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General News of Thursday, 31 May 2007

Source: Statesman

92 prisoners in one room

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In Ghana today, the situation of prison overcrowding has hit crisis point as the courts continue to remand suspects, including petty criminals, in custody with such impunity - which only goes to prove how much human rights are valued in this country.

Our prisons from Tamale to Ho are not only choked with convicts. They are full to the gunwales with remand prisoners spending in excess of 12 years behind bars before they are pronounced guilty or not guilty by the law courts.

Investigations undertaken by The Statesman at the capital's James Fort Remand Prison show that the facility, built by the British in 1673 to house 50 people now houses over 1,000 inmates, even though the capacity has been stretched to accommodate 440 inmates.

One room, designed to take not more than ten bunk beds yesterday was home to 92 non-convicted prisoners.

The place is so congested that to use the thin boarding school mattresses on the floor would occupy too much space; the few lucky prisoners have resorted to lying on blankets spread on the concrete floor. But, many inmates are reduced to sleeping on the bare floor.

One room, about 12 by 14 foot big was crammed full with 10 inmates. Like the black hole of Calcutta, so thronged is the space that they can only hang their belongings in plastic bags across the thick oven-like walls.

According to our findings, there are more than two hundred inmates at James Fort who have been locked up for more than three years without trial. Worse still, all of them have very little clue as to the current state of their case. Some even complain of missing dockets.

The place can simply be described as a dump-them-and-forget-about-them oubliette. As one inmate puts it, "It’s by the grace of God and by the big, big humanity of the prison officers which keep us going."

Their anger and frustrations are directed towards the police and the judiciary. The police are quick to ask the courts to remand suspects, while they leisurely comb around for evidence. The courts are quick to agree, after which neither the courts nor the police are in any particular hurry to proceed with trial.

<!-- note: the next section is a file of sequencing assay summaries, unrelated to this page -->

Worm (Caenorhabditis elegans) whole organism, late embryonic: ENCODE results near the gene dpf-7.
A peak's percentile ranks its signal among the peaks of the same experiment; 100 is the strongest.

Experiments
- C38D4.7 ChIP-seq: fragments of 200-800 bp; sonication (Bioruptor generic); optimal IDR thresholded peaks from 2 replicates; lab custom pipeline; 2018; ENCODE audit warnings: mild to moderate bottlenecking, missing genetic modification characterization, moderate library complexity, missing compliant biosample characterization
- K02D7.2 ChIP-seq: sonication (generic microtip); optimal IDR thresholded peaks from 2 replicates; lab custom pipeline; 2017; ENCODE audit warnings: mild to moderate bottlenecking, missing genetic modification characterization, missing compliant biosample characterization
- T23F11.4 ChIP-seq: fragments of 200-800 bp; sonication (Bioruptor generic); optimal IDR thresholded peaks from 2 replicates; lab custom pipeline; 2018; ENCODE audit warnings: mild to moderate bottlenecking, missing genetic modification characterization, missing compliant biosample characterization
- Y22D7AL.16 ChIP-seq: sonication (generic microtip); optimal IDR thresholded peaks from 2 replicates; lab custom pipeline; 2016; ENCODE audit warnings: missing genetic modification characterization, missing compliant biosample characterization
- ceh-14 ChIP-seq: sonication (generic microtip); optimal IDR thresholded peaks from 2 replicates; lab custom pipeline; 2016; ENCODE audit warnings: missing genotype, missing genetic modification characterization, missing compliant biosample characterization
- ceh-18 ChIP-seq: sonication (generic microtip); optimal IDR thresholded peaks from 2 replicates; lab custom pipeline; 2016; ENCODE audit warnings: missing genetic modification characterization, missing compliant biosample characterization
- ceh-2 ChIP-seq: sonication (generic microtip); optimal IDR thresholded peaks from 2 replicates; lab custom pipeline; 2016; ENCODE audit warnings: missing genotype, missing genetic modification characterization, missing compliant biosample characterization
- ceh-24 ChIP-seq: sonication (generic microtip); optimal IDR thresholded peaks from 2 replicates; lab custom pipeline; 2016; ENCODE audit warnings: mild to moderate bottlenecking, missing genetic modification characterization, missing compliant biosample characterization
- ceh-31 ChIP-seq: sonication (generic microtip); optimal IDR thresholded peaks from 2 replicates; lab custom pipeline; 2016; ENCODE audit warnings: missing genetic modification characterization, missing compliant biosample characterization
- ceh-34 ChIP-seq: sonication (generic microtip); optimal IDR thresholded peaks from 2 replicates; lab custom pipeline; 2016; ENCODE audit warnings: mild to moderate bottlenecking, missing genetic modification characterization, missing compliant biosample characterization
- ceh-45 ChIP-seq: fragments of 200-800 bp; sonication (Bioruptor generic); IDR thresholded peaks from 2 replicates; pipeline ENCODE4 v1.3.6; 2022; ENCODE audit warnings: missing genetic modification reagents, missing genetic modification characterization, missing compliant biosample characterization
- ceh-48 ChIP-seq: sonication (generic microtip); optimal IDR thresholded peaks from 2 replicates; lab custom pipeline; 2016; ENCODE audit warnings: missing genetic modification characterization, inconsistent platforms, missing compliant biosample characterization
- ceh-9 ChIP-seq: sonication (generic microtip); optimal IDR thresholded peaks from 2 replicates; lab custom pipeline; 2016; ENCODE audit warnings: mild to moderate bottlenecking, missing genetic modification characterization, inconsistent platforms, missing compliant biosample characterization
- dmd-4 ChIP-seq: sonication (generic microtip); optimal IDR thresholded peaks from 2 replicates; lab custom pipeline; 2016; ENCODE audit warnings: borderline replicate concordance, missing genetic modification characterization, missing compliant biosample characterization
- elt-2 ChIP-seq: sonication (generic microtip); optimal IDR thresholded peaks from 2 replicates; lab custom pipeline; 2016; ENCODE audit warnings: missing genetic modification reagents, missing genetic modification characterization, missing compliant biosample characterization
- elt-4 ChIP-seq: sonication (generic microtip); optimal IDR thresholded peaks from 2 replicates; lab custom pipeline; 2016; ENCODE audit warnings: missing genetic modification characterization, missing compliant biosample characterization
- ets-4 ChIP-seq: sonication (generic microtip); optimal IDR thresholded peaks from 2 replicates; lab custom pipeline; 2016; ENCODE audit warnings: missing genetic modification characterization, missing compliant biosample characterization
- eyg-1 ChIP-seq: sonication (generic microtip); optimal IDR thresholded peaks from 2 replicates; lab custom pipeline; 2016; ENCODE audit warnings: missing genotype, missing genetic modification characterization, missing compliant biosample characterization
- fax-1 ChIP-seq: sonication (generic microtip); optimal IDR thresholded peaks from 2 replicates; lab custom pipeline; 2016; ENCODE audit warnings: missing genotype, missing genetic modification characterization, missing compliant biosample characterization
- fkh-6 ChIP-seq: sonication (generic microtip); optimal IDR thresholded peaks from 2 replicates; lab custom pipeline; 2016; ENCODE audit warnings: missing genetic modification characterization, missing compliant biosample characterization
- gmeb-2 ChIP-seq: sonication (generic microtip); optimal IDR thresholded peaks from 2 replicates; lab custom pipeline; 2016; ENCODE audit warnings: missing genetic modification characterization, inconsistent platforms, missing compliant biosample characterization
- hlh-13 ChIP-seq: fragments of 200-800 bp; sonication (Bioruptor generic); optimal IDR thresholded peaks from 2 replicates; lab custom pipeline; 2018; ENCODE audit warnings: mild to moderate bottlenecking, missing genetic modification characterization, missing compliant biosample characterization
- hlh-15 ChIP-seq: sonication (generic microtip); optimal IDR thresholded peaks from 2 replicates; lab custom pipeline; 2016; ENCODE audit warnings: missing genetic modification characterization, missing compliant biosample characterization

No prisoner seemed to have a bad word for the wardens. Indeed, DSP Alhassan who took over James Fort a year ago is praised for allowing the use of television sets. One warden told The Statesman, "It helps keep them sane and occupied. But, our appeals for TV donations to the business community have not been successful."

There is only one classroom-size compound in the centre of the square two storey block which houses the prisoners. That place is used for church services. About 8 services take place daily. Other prisoners spend their day playing cards, draughts or hawking foodstuff, spices and toiletries to the prison community.

Sources within the penal system say because of meagre budgets they have to rely on charity for blankets. Barclays Bank was one such corporate body that provided barrels for storing water. The buildings are old, ventilation is poor, and roofs are leaking.

Meanwhile, for a penal system that does not entertain probation service or non-custodial sentences other than fines, the prisons in Ghana continue to congest, with no signs of more facilities being built to absorb even the natural growth of the penal population.

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